This is a continuation of a previous post including interesting questions from the comments.
- What are parameterisations?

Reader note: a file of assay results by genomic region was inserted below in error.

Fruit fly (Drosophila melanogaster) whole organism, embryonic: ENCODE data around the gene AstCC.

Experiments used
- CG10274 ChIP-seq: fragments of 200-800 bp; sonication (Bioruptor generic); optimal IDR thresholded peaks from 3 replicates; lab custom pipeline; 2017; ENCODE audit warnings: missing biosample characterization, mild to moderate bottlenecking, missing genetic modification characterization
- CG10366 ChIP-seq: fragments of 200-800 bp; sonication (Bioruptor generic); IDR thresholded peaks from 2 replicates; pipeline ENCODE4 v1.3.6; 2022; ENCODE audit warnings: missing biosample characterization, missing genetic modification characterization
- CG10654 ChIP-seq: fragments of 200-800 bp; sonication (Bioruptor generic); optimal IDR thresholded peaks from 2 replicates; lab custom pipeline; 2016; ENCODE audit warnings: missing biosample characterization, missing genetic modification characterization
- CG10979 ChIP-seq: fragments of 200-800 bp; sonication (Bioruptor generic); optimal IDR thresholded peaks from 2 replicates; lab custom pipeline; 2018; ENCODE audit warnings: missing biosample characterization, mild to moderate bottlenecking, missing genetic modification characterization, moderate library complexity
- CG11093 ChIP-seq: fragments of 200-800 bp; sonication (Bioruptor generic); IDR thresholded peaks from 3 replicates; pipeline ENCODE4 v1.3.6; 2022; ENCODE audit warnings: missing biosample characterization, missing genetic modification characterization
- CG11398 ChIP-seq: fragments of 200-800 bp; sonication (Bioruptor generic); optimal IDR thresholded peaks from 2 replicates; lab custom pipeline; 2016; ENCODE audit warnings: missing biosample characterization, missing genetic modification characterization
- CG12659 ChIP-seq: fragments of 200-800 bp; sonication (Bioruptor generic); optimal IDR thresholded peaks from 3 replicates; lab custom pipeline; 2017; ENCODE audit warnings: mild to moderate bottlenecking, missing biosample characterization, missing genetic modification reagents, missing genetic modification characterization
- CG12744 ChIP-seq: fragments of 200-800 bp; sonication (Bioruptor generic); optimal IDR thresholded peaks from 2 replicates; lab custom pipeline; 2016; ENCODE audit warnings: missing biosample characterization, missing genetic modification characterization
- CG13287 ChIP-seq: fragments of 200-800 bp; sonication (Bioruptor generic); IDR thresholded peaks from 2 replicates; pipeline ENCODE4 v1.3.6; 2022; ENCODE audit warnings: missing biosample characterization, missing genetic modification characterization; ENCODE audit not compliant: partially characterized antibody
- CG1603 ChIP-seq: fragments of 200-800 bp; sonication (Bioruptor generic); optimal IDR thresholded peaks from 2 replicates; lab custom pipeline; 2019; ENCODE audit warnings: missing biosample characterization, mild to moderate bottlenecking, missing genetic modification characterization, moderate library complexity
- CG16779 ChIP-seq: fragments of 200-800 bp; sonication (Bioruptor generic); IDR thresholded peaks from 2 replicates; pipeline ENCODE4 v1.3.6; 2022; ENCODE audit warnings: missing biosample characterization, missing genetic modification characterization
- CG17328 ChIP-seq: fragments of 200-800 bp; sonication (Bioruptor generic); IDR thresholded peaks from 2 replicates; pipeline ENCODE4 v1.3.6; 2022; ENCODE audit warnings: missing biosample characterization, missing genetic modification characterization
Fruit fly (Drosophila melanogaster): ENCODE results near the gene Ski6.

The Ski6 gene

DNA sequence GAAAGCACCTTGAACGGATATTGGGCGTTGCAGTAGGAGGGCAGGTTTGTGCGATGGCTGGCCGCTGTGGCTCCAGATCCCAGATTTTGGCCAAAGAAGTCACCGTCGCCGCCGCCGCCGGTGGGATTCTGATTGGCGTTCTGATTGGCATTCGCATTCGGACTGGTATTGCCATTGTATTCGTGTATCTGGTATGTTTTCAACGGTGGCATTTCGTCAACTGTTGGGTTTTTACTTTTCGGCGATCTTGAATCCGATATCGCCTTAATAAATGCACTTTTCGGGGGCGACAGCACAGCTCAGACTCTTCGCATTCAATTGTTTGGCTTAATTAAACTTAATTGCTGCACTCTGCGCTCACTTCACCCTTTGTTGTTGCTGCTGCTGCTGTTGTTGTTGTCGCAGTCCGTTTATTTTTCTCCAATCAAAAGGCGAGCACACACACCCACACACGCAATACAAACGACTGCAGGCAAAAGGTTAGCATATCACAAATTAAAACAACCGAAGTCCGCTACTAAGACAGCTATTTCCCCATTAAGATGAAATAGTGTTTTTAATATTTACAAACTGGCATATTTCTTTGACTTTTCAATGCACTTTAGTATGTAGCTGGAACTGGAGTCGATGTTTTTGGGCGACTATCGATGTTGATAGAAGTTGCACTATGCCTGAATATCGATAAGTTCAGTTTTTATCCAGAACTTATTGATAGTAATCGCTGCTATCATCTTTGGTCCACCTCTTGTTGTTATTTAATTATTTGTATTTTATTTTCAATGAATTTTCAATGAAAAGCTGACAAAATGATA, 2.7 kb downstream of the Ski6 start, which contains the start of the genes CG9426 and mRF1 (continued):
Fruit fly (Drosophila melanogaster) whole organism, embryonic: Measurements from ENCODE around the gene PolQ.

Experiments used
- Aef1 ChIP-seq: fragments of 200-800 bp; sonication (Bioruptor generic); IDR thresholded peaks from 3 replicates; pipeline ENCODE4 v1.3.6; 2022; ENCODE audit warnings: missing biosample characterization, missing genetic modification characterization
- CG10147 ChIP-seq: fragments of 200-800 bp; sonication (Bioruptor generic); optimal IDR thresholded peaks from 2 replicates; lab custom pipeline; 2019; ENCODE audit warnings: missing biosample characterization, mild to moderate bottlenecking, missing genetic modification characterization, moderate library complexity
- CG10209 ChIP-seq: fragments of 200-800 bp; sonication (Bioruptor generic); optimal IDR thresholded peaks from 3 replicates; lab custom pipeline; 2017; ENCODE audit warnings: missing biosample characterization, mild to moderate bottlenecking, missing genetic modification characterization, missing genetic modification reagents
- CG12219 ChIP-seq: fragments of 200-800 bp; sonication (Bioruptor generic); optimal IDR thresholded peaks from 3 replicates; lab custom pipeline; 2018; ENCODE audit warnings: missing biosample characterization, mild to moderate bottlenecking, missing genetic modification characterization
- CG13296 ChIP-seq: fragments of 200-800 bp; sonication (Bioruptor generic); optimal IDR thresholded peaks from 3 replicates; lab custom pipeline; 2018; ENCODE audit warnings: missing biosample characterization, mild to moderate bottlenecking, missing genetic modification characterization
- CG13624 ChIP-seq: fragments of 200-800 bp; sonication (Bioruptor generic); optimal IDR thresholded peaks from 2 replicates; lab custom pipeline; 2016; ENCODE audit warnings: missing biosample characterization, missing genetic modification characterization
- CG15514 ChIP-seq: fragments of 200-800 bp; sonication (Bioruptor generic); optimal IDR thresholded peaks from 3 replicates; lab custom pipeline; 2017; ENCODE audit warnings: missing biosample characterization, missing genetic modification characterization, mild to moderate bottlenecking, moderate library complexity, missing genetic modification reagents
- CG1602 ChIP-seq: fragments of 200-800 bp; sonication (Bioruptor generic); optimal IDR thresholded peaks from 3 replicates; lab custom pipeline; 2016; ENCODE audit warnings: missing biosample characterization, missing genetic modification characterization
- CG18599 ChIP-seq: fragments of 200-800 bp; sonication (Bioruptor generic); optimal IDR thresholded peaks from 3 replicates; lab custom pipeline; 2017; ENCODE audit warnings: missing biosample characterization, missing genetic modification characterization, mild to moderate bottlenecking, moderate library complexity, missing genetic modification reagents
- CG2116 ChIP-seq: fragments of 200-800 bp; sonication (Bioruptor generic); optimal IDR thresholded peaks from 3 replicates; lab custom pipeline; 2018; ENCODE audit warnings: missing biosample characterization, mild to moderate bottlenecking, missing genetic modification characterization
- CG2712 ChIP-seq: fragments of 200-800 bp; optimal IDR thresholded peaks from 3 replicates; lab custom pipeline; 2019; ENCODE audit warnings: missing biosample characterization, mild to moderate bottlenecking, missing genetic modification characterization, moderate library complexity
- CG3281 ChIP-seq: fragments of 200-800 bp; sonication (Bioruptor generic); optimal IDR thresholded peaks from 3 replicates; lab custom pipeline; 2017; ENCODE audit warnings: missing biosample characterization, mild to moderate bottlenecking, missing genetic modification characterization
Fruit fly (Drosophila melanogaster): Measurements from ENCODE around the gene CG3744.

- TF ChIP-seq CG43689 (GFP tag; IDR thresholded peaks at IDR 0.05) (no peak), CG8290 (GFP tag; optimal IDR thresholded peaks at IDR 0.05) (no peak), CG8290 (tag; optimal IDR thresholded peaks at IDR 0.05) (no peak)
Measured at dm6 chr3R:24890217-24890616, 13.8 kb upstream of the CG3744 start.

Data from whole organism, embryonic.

Some physics in the real world, that is necessary for a climate model to work, is only known empirically. Or perhaps the theory only really applies at scales much smaller than the model grid size. This physics needs to be ‘parameterised’ i.e. a formulation is used that captures the phenomenology of the process and its sensitivity to change but without going into all of the very small scale details. These parameterisations are approximations to the phenomena that we wish to model, but which work at the scales the models actually resolve. A simple example is the radiation code – instead of using a line-by-line code which would resolve the absorption at over 10,000 individual wavelengths, a GCM generally uses a broad-band approximation (with 30 to 50 bands) which gives very close to the same results as a full calculation. Another example is the formula for the evaporation from the ocean as a function of the large-scale humidity, temperature and wind-speed. This is really a highly turbulent phenomena, but there are good approximations that give the net evaporation as a function of the large scale (‘bulk’) conditions. In some parameterisations, the functional form is reasonably well known, but the values of specific coefficients might not be. In these cases, the parameterisations are ‘tuned’ to reproduce the observed processes as much as possible.